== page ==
The edge enables cloud providers to address the biggest single limitation—the network connection to the user. CDN’s do that to a limited extent already. The edge lets CDN services improve in quality as well by being nearer to the edge user.
Enterprise cloud computing began in earnest in the last 20 years with the emergence of web based SaaS applications (e.g. Salesforce, Peoplesoft) and with the consolidation of branch server applications into data centers after to Dot Com bust (as a means of reducing operating costs by consolidating expert staff). Internet bandwidth in the day was adequate to let remote data center applications substitute for local server applications.
The migration to modern cloud computing accelerated with the introduction of AWS in 2006 offering on-demand virtual computer resources enabling application developers to operate without dedicated server resources and quickly scale capacity with growing demand. The use of cloud computing has continued to grow since then.
Cloud computing applications have always been limited by the quality of the network connection (bandwidth, packet loss, latency and jitter) between the user and the applications. CDN’s based on web content caching have been part of the use of the web for the last 20 years. AWS has implemented and grown its own CDN.
The initial cloud services were built into very large data center in part to benefit from economies of scale but in part because of the need for human operational support. Over time more and more of the operations have been automated making the use of smaller data centers as part of a larger cloud system economically practical.
Today’s cloud providers can use the edge to extend their services nearer to the user and to directly integrate those services into the client side application development workflows. It should be possible to adapt existing cloud applications to move the web tier to the edge relatively easily. This will enable responsiveness of dynamic interaction to match that currently seen with optimized static assets today.
For a mobile operator, the edge enables the recapture of lost relevance that first began with the iPhone in 2007 and continued with the App Store in 2009. The market need for Edge enables mobile operators to reassert higher level business participation through the delivery of market valuable edge services in an easily consumable way.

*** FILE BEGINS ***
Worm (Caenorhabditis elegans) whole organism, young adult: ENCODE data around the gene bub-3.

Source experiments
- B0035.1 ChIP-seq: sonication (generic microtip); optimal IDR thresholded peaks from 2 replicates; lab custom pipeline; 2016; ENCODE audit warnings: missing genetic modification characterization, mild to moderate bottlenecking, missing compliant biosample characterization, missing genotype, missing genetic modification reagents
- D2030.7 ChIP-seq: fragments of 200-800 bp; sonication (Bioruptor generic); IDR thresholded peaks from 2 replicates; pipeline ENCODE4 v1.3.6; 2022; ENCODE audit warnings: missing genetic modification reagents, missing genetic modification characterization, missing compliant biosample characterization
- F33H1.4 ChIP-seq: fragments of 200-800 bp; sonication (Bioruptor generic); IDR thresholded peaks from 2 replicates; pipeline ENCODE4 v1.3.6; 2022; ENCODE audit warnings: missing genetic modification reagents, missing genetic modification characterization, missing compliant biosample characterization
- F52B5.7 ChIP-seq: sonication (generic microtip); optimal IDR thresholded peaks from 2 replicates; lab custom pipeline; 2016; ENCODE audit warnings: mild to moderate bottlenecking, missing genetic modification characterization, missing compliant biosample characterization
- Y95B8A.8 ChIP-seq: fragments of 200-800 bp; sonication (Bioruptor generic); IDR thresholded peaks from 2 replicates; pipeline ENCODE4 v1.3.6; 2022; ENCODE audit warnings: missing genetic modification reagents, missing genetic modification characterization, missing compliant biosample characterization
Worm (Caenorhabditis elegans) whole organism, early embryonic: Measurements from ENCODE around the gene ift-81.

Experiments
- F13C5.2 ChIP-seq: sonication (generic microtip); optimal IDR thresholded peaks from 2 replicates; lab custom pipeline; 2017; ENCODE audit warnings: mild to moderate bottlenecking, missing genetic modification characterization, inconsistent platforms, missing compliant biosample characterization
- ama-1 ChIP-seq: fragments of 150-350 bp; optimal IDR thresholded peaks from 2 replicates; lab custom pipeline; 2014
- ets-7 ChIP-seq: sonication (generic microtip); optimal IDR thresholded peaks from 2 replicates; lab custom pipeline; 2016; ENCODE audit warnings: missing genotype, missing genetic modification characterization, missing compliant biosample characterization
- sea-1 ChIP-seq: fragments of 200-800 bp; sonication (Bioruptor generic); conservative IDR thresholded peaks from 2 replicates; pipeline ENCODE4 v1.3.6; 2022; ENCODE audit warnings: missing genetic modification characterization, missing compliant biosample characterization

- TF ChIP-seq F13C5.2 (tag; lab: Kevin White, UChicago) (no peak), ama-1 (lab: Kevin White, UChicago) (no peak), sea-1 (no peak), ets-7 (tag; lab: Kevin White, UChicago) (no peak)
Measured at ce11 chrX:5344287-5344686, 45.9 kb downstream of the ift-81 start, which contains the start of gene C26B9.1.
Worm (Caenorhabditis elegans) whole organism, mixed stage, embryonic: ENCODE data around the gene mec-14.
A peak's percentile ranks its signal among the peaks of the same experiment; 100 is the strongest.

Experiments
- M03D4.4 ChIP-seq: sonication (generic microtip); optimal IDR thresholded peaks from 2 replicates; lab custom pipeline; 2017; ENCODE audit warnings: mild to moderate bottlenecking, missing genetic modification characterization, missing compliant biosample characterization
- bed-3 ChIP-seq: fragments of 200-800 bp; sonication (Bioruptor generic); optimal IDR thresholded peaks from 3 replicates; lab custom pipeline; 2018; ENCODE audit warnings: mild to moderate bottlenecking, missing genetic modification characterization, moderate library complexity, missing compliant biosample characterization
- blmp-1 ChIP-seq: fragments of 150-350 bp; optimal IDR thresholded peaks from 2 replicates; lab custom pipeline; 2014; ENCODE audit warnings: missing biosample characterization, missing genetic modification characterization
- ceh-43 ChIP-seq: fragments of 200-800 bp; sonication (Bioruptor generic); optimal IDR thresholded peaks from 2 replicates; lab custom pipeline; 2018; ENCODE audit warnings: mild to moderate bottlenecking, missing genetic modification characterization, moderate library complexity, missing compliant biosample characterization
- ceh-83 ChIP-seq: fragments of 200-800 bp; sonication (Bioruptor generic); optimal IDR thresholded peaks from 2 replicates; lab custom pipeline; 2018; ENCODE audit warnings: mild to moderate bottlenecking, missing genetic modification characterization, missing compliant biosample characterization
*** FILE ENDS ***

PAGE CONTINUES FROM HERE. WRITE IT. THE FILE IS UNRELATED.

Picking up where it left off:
The App Store wasn’t all bad: application flexibility also unleashed unprecedented innovation (the modern smartphone) and demand for ever growing data capacity (music, photos and ultimately videos) that fueled the 4G/LTE buildout. In that short period of time the smartphone became a data and application device, not just a telephony device, demand for more cellular capacity continues, but the mobile operator was largely relegated to a bandwidth provider rather than a function or service provider.
By creating a developer-friendly set of edge services built on mobile operator resources, MobiledgeX is enabling a new addition to the “cloud” in which mobile operators can benefit in many ways. At the simplest, mobile operators can leverage valuable edge computation assets and get paid premium rates use of these assets that they already know how to operate and with simple adaptations to the resource sharing / compensation federated business models that already underpin cellular roaming.
But a bigger opportunity may be having an agile development platform (in contrast to traditional cellular technical architectures that are very prescriptive and standards-based). They can use these resources as a way of adding agility to their infrastructure and provision and monetize new services much quicker and more easily. They can work with device partners to enable edge-augmented devices and monetize the augmentation. They can use edge services to support and monetize new A/R and V/R applications, and high-performance collaboration between locally clustered users. In the studies that lead to the creation of MobiledgeX, Deutsche Telekom came to be realization of the degree to which edge computing can benefit a mobile operator. MobiledgeX is creating the business relationships and service architectures to do just that.